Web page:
All animals were housed within a single barn equipped with 16 pens with concrete floors. Each pen (2.5 x 2.0 m) had a tube type wet-dry feeder (Rotechna®, Spain), and animals had ad libitum access to both feed and fresh water. A total of 92 crossbred male castrated Pig Improvement Company (PIC) pigs [PB 337 χ GP 1050] -a high lean-gain genetic cross- that were 152 days old with initial weights of 97.96 ± 2.32 kg were randomly assigned into one of two dietary treatments. Each treatment contained 8 pens with 5-6 pigs per pen (pen = experimental unit). Dietary treatments were a control diet with 0 mg kg-1 of RAC and a RAC + amino acid (AA) diet. The RAC + AA diet had 10 mg RAC kg-1 added to the diet and a higher content of amino acids, as indicated in Table 1. Diets were based on corn and soybean-meal and were iso-energetics. Both diets were formulated to meet or exceed the nutritional recommendations of NRC (2012). As mentioned above, diets were different in protein and amino acid content, and amino acids were added using soybean meal plus synthetic amino acids (L-Lysine, L-Threonine and DL-Methionine; Table 2), as recommended by the manufacturer of RAC and used by the industry. The control diet was formulated to have 13.42% CP and 0.73% standardized ileal digestible (SID) Lysine, as recommended by PIC for maximal growth, and the RAC+AA diet contained 16.49% CP and 0.91% SID Lysine. Diets containing RAC must contain at least 16% CP (NRC, 2012). Vitamins and minerals used in the experiment were formulated to meet or exceed the nutritional requirements of finishing pigs according to NRC (2012) (Table 1). The experimental period lasted 27 days before slaughter.

 

Table 1. Composition of experimental diets, as-fed basis.

1RAC + AA: contained 10 mg RAC kg-1 of diet and added amino acids.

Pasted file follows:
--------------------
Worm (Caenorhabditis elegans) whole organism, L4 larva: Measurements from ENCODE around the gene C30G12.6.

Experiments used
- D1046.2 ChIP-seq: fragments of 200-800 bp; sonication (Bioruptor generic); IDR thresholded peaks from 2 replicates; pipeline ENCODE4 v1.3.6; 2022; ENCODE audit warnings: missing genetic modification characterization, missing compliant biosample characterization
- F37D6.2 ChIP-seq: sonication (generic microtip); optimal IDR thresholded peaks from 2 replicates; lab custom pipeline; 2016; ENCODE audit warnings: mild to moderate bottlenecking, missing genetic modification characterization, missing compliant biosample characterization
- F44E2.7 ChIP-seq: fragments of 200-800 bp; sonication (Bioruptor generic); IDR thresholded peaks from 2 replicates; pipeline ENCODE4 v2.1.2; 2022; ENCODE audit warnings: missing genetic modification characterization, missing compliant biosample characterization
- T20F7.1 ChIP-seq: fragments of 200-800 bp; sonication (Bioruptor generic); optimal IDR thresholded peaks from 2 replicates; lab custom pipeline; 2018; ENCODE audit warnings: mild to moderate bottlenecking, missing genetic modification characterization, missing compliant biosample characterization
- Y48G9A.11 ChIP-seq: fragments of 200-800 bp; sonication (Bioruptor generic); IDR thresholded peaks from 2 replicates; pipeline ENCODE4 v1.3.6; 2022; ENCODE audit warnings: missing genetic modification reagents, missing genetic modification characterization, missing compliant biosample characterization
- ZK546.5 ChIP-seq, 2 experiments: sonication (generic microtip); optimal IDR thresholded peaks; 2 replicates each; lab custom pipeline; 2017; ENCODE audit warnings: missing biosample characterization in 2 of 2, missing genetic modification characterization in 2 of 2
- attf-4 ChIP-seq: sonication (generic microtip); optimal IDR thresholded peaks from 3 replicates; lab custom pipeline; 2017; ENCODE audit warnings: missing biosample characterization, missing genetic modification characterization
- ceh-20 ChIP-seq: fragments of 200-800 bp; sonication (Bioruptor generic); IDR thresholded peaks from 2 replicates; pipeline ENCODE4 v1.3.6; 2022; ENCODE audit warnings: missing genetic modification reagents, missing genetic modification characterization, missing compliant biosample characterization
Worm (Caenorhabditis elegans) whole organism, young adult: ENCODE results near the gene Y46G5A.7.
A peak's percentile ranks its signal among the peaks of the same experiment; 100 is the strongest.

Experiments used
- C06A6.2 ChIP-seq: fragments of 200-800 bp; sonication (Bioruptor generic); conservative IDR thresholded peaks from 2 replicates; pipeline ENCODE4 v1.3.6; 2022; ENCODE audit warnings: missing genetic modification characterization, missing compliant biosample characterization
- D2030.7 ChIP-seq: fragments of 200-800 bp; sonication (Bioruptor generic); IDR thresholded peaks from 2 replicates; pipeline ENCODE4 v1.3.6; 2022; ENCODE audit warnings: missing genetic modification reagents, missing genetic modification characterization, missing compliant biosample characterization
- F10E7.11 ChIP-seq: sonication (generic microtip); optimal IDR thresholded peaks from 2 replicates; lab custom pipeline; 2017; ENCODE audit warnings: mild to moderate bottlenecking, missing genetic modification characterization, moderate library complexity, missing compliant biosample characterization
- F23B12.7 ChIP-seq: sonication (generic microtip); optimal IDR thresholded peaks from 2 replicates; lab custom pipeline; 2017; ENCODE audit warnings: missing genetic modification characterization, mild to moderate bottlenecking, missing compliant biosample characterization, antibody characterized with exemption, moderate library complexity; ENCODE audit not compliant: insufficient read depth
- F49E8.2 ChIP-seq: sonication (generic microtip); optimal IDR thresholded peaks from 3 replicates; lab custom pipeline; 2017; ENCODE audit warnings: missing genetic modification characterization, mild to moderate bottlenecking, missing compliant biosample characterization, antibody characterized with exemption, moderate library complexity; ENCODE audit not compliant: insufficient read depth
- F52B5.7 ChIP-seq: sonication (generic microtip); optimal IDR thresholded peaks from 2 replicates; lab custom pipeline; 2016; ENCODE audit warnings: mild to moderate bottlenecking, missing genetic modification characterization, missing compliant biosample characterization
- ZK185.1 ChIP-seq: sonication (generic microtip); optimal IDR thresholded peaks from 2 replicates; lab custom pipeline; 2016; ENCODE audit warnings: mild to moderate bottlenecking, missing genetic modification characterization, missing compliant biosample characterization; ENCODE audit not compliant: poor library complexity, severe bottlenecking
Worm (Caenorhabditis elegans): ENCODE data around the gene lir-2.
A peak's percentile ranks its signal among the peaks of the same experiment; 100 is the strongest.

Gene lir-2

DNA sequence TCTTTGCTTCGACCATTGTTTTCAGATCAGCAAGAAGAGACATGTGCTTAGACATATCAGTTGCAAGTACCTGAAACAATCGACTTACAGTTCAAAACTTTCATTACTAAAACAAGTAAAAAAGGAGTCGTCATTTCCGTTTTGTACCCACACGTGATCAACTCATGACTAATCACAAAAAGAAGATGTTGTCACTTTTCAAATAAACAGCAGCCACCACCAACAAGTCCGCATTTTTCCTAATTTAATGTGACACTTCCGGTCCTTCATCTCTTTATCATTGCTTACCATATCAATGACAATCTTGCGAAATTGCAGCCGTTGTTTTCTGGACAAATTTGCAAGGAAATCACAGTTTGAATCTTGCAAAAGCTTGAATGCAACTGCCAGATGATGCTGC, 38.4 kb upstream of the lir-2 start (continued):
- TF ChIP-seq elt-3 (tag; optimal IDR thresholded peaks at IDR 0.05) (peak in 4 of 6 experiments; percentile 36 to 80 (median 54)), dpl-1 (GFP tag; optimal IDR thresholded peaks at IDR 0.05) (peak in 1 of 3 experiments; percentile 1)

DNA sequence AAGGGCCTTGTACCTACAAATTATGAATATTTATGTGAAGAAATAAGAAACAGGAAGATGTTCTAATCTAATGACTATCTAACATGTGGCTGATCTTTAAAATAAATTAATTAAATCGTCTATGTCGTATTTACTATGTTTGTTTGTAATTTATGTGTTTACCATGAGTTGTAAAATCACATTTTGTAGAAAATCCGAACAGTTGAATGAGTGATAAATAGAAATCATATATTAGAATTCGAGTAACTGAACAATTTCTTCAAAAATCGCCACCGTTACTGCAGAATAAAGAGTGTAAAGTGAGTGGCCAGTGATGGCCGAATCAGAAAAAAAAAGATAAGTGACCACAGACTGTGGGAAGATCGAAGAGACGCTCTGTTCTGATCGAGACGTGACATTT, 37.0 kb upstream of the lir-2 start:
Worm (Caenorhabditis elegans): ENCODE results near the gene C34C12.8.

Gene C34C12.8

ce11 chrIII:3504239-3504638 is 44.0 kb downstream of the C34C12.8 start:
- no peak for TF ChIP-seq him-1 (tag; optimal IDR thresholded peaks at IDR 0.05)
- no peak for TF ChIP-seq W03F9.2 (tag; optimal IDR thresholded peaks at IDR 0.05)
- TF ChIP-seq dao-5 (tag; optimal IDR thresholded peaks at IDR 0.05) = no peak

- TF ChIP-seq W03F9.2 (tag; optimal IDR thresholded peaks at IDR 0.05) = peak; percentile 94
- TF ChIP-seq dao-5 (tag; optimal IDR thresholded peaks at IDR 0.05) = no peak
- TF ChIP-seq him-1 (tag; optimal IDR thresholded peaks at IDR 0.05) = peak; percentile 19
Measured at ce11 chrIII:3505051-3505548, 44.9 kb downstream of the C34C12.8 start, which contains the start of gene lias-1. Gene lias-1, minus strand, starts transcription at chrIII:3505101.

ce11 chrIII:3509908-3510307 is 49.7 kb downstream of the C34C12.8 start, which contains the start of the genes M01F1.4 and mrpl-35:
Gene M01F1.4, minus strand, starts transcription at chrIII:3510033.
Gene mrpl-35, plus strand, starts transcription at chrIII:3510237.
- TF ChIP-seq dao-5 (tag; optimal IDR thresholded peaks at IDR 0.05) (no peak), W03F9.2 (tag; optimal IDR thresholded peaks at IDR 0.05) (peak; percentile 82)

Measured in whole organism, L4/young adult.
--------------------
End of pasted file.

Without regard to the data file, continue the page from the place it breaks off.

2
L-Lysine at 51%.
3Ronozyme® (CT) P5000 phytase provided by DSM Nutritional Products.
4Ronozyme blend <20% carbohydrase complex (β-glucanases, xylanases,
pectinases, hemicellulases) provided by DSM Nutritional Products.
5Vitamin+mineral premix per kilogram of the diet provided by premix:
Vitamin A, 4,840,000 IU; Vitamin D3, 990,000 IU; Vitamin E, 22,500 IU;
Vitamin K3, 2.20 g; Riboflavin, 4.40 g; Vitamin B12, 22.00 mg; d-Pantothenic
calcium, 14.30 g; Niacin, 22.00 g, Cu, 10.00 g; Fe, 65.00 g; Mn, 25.00 g;
Se, 300.00 mg; I, 350.00 mg; Zn, 70.00 g; Antioxidant, 2.50 g.

 

Table 2. Amino acid composition of experimental diets (as-fed basis).

1RAC + AA: contained 10 mg RAC kg-1 of diet and added amino acids.
2Availability of amino acids was estimated by FT-NIR spectrophotometry
(www.adisseo.com).

 

Growth performance

The pigs and feeders were weighed at the beginning (d0) and at the end of the study (d27) to determine average daily gain (ADG, kg d-1), average daily feed intake (ADFI, kg d-1) and the ratio of gain to feed (G:F). Pig weights and feed intakes were recorded using an electronic scale (PESATRONIC, MECO-20014575PA-21X, Ohause, Brooklyn NY, USA).

Transport, slaughter and carcass measurements

At day 27, animals were transported approximated 110 km during the summer to the slaughterhouse at the city of Rancagua, Chile. Upon arrival, animals of each treatment were housed in two separate pens. Sixteen hours after arrival, pigs were electrically stunned, exsanguinated, scalded, and eviscerated, and each carcass was split into left and right sides. The slaughter procedure followed the packing plant's protocol, which was in accordance with the legal procedure for commercial pigs according to Chilean Meat Law 19,162. Individual hot carcass weight (HCW) was immediately registered, as was backfat depth on the midline at the 10th rib through the ribbed carcass. After 24 hours of chilling, cool carcass weight (CCW) was measured, and pork cuts were fabricated. Cuts were produced based on Chilean industry standard and are schematically presented in Figure 1. The following cuts from the left side of the carcass were weighed using an electronic balance scale (PRECISION, BL simplex 60Kg*20G): lomo de centro (boneless center loin), lomo vetado (boneless neck), costillar (ribs),filete (tenderloin), pulpa depierna (boneless ham), pulpa de paleta (boneless shoulder), cabeza (head), pernil de pierna (rear shank), recortes (trimmings) and plancha (skin). Chilean commercial cuts are de־ scribed by Luengo and Antmann (1999).

 

Figure 1. Schematic representation of evaluated pork cuts.

 

Meat quality